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Thread: Converting from parametric from to implicit

  1. #1
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    Exclamation Converting from parametric from to implicit

    Hi,

    I am stuck on converting from parametric form to implicit.

    For example, if the curve is:

    c = (s^2-s+1, s^2+s+1)

    How should I express as implicit representation?
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  2. #2
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    Re: Converting from parametric from to implicit

    You are saying that x= s^2- s+ 1, y= s^2+ s+ 1. You want to eliminate s from those two equations. You could, for example, solve each equation for s, using the quadratic formula, then set the two equal.
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  3. #3
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    Re: Converting from parametric from to implicit

    Hello, PStudent175!

    I have a solution, but it's quite awkward.


    $\displaystyle \text{Eliminate the parameter: }\:\begin{Bmatrix}x &=& s^2-s+1 & [1] \\ y &=& s^2+s+1 & [2] \end{Bmatrix}$

    Add [1] and [2]: .$\displaystyle x + y \;=\;2s^2 + 2 \quad\Rightarrow\quad 2s^2 \;=\;x+y - 2 $

    . . . . . . . . . . . . . $\displaystyle s^2 \;=\;\frac{x+y-2}{2} \quad\Rightarrow\quad s \;=\;\pm\sqrt{\frac{x+y-2}{2}}$

    Substitute into [2]: .$\displaystyle y \;=\;\frac{x+y-2}{2} \pm\sqrt{\frac{x+y-2}{2}} + 1 $

    . . . . . . . . . . . . . . . $\displaystyle y \;=\;\frac{x+y}{2} \pm\sqrt{\frac{x+y-2}{2}} $

    . . . . . . . . . $\displaystyle y - \frac{x+y}{2} \;=\;\pm\sqrt{\frac{x+y-2}{2}} $


    Square: .$\displaystyle y^2 - y(x+y) + \frac{(x+y)^2}{4} \;=\;\frac{x+y-2}{2}$


    I'll let you clean it up . . .
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  4. #4
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    Re: Converting from parametric from to implicit

    Quote Originally Posted by Soroban View Post
    Hello, PStudent175!

    I have a solution,
    . . .
    Soroban has the right idea, but instead of adding them should have subtracted the equations to give $\displaystyle 2s=y-x$ ...
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  5. #5
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    Re: Converting from parametric from to implicit

    Quote Originally Posted by Soroban View Post
    Hello, PStudent175!

    I have a solution, but it's quite awkward.



    Add [1] and [2]: .$\displaystyle x + y \;=\;2s^2 + 2 \quad\Rightarrow\quad 2s^2 \;=\;x+y - 2 $

    . . . . . . . . . . . . . $\displaystyle s^2 \;=\;\frac{x+y-2}{2} \quad\Rightarrow\quad s \;=\;\pm\sqrt{\frac{x+y-2}{2}}$

    Substitute into [2]: .$\displaystyle y \;=\;\frac{x+y-2}{2} \pm\sqrt{\frac{x+y-2}{2}} + 1 $

    . . . . . . . . . . . . . . . $\displaystyle y \;=\;\frac{x+y}{2} \pm\sqrt{\frac{x+y-2}{2}} $

    . . . . . . . . . $\displaystyle y - \frac{x+y}{2} \;=\;\pm\sqrt{\frac{x+y-2}{2}} $


    Square: .$\displaystyle y^2 - y(x+y) + \frac{(x+y)^2}{4} \;=\;\frac{x+y-2}{2}$


    I'll let you clean it up . . .
    Perfect, thanks a lot that was very useful.

    For the next question it is:

    x = (a-t) / (a+t)
    y = (t) / (a+t)

    And I have tried the same method by adding together to get x+y= a / a+t but am not really sure to go from there?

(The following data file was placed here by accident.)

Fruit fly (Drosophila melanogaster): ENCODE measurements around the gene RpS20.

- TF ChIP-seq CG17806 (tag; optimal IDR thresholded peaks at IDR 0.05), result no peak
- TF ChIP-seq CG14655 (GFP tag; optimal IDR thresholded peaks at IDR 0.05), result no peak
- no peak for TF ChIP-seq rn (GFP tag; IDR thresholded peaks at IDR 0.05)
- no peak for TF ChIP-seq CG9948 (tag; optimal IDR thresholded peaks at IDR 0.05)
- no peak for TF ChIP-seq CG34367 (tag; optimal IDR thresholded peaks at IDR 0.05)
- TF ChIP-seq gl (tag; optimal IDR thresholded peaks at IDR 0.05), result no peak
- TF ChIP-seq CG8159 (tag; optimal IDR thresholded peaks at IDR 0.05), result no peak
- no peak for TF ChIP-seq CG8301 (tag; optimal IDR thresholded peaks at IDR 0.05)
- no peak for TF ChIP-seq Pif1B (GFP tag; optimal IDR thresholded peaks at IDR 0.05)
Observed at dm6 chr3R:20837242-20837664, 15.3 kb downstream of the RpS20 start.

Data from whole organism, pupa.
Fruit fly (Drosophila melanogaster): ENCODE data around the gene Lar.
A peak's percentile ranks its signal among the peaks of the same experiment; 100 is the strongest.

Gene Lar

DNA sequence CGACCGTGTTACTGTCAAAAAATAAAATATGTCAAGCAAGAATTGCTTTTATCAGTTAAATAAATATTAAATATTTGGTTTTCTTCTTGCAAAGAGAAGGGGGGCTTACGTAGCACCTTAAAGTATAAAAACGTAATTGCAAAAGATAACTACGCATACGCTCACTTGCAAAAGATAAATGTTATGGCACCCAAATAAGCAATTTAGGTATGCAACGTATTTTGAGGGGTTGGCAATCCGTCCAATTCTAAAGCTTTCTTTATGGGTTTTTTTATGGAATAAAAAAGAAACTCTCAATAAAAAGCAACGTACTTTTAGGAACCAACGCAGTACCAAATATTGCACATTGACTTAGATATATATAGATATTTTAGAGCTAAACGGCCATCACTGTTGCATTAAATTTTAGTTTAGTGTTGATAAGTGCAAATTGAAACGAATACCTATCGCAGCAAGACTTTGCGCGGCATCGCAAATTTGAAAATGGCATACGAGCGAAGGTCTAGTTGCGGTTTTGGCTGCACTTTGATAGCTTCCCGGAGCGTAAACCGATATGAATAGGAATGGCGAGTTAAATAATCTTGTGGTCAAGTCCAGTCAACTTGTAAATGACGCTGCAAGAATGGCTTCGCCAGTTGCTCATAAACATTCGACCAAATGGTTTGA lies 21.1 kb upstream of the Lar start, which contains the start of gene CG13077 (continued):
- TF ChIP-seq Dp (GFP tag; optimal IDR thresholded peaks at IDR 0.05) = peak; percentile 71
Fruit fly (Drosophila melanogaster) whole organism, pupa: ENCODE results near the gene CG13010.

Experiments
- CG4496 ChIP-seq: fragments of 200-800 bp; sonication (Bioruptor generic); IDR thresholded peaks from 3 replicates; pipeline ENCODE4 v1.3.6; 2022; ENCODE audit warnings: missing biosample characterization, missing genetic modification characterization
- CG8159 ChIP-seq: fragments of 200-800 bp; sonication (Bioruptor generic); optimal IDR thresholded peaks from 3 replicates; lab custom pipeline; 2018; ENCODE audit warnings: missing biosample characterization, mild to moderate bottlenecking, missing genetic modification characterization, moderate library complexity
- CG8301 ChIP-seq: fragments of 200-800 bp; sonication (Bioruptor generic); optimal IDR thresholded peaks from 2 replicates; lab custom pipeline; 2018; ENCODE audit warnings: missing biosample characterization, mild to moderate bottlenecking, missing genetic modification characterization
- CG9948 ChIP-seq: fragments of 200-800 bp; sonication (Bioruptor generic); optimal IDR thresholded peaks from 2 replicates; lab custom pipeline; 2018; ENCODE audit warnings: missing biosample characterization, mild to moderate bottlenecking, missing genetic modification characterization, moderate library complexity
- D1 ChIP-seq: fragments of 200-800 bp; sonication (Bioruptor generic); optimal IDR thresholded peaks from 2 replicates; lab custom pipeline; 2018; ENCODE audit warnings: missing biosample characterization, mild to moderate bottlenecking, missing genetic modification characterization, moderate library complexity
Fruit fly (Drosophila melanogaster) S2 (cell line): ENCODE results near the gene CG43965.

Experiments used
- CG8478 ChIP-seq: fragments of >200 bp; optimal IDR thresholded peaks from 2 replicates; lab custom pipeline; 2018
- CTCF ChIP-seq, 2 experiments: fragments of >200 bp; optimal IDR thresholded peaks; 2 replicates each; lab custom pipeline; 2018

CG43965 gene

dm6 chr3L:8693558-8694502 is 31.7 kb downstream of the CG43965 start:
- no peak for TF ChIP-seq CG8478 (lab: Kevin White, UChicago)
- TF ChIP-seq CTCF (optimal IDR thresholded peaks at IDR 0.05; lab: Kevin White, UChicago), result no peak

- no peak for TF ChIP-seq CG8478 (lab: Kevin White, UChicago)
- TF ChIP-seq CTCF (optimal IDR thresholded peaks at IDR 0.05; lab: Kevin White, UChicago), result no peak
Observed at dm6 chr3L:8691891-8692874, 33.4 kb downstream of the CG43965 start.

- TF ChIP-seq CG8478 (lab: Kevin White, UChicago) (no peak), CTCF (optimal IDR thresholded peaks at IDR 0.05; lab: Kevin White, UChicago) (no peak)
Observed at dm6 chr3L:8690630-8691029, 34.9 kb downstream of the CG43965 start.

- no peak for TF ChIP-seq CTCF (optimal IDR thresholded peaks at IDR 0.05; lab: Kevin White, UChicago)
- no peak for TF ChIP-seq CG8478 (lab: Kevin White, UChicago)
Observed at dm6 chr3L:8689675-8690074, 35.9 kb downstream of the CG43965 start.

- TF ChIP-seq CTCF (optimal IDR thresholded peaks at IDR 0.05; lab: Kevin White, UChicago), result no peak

Do you know of any resources that has information on this topic as I haven't been taught it yet at university.

    Thanks again for the help!
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  6. #6
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    Re: Converting from parametric from to implicit

    Hello again, PStudent175!

    $\displaystyle \begin{array}{cccc}x &=& \dfrac{a-t}{a+t} & [1] \\ \\[-4mm] y &=& \dfrac{t}{a+t} & [2]\end{array}$

    I could find no "clever" way to eliminate the parameter.

    Solve [2] for $\displaystyle t\!:\;\;y \:=\:\frac{t}{a+t} \quad\Rightarrow\quad ay + ty \:=\:t$

    . . $\displaystyle t - ty \:=\:ay \quad\Rightarrow\quad t(1-y) \:=\:ay \quad\Rightarrow\quad t \:=\:\frac{ay}{1-y}$


    Substitute into [1]: .$\displaystyle x \:=\:\dfrac{a-\frac{ay}{1-y}}{a + \frac{ay}{1-y}}$

    Muliply by $\displaystyle \frac{1-y}{1-y}\!:\;\;x \;=\;\frac{a(1-y) - ay}{a(1-y) + ay} \;=\;\frac{a-ay - ay}{a-ay + ay} \;=\;\frac{a-2ay}{a} $


    Therefore: .$\displaystyle x \;=\;1-2y \quad\Rightarrow\quad \boxed{x + 2y \;=\;1}$


    ~ ~ ~ ~ ~ ~ ~ ~ ~ ~ ~ ~ ~ ~ ~ ~ ~ ~ ~ ~ ~ ~ ~ ~ ~ ~ ~ ~ ~

    Interesting observation . . .

    The graph is the straight line $\displaystyle x + 2y \:=\:1$
    . . with a "hole" at (-1, 1).

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  7. #7
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    Re: Converting from parametric from to implicit

    Quote Originally Posted by PStudent175 View Post
    Perfect, thanks a lot that was very useful.

    For the next question it is:

    x = (a-t) / (a+t)
    y = (t) / (a+t)

    And I have tried the same method by adding together to get x+y= a / a+t but am not really sure to go from there?

    Do you know of any resources that has information on this topic as I haven't been taught it yet at university.

    Thanks again for the help!
    Add them to get

    $\displaystyle x+y=\frac{a}{a+t}$

    substitute $\displaystyle 1/(a+t)$ back into the equations:

    $\displaystyle x=(a-t)(x+y)/a$

    $\displaystyle y=t(x+y)/a$

    Solve for $\displaystyle t$ from the second of these and substitute into the first and simplify.
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